Jay’s argument in his previous paper had concentrated upon the greater likelihood that an America not governed by a central government would be more likely to give cause for a just war to other nations. In this paper, he focusses upon the realities of international relations. Wars arise not just from offence given, but more complicated reasons of personal motivation, trading competition and the encouragement a weak and disorganised nation presents to its competitors. He even goes to far so to say that
there are pretended as well as just causes of war.
Jay cleverly starts the argument with reference to Britain and monarchy, since America had fought a war against Britain for its independence. He suggests that monarchs may start wars for personal reasons. For, example:
Apart from that, Jay points out the reality, that American trade, which is obviously burgeoning at this time, is not politically neutral, but impinges upon the interests of other powerful nations like Britain, France, Spain, China and India. America, he argues, has several advantages which could be the source of conflict. America produces goods cheaply, is well situated to trade with other countries and has enterprising merchants and navigators.
Naturally, Jay argues that a centralised government is necessary to protect the interests of America’s trade. The advantages of a central government in organising defence are that:
A disunited government, on the other hand, faces several problems:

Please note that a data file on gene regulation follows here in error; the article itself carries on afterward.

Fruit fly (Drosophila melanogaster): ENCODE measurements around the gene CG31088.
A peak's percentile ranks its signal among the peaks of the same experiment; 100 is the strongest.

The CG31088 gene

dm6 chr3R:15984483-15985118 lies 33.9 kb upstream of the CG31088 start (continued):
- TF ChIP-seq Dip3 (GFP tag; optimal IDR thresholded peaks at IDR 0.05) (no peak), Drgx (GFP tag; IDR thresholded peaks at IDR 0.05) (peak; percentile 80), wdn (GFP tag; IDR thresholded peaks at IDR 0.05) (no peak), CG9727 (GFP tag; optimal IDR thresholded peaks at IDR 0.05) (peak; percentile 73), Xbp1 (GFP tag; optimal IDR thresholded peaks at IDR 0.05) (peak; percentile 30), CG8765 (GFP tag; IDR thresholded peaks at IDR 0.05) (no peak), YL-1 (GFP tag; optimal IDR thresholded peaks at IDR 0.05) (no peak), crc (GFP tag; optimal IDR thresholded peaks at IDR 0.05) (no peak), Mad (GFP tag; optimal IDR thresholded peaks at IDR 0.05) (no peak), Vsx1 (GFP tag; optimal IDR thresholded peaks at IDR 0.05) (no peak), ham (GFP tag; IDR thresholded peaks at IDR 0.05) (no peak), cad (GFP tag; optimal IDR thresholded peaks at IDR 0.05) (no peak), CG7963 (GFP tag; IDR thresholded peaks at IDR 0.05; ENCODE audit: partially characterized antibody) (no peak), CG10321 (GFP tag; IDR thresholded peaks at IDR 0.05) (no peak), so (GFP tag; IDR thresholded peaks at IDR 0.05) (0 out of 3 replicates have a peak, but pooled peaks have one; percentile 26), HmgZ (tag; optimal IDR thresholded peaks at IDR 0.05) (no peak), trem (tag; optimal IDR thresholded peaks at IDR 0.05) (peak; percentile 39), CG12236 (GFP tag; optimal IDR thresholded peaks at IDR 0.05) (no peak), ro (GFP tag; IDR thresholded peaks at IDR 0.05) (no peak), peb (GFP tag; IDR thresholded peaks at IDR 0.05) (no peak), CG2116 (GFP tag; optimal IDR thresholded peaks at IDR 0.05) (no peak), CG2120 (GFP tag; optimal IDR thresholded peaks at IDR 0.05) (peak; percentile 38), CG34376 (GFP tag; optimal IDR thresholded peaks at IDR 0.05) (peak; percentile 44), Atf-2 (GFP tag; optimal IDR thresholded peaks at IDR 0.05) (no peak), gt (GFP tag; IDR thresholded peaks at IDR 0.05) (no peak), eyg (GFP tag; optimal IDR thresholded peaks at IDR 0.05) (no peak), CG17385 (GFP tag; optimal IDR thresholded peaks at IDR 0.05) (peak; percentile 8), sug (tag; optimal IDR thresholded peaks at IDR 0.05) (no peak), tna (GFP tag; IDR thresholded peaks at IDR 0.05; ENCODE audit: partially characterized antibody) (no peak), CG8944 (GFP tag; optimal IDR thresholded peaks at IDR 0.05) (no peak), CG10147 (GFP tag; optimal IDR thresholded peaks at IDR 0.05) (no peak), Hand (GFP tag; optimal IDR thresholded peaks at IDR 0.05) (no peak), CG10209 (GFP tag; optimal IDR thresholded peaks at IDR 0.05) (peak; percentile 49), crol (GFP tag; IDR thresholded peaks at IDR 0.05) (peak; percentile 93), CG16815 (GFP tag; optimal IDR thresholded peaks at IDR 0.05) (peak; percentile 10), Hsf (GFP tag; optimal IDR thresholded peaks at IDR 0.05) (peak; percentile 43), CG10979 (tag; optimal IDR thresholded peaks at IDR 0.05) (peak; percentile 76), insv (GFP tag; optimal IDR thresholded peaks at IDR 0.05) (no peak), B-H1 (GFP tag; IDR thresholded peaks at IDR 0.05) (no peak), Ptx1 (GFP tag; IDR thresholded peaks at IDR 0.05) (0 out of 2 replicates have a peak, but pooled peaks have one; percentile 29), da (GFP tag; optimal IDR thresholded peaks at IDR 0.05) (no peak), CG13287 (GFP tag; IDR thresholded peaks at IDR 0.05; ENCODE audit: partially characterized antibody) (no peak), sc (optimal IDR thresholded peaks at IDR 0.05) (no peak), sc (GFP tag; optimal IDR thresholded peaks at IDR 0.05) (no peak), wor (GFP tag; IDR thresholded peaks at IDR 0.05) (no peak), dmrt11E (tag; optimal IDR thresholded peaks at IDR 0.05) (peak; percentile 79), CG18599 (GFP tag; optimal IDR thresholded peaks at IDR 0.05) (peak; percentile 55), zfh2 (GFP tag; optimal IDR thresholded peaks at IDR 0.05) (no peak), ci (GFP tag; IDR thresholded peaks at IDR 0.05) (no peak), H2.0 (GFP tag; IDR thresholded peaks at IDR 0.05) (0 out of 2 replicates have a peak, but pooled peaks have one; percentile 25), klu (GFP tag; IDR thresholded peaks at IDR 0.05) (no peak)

Jay attributes the history of Greece to three problems, and then uses the example of Britain to reinforce his point. Would Great Britain, he argues, be an effective power if its various parts, Wales, Scotland, England and Ireland, were to organise split:
…it is easy to see how soon they would each dwindle into comparative insignificance. I wonder what Hamilton would make of the current Brexit mess.
A disunited country also faces the problems of leadership against foreign forces, even if they were willing to work in concert against the enemy. For instance:
Jay concludes by arguing that war is less likely in the first place under a united government that achieves all the advantages possible through central administration, whereas as series of disunited states or confederacies would not only be weaker individually. They would be unlikely to work to the advantage of each other, with the possibility that some States might make agreements with other nations that could impact on the agreements of other states, and therefore create situations more likely to bring about war. He ends with the metaphor of a divided family, which
never fails to be against themselves.
9 February 2018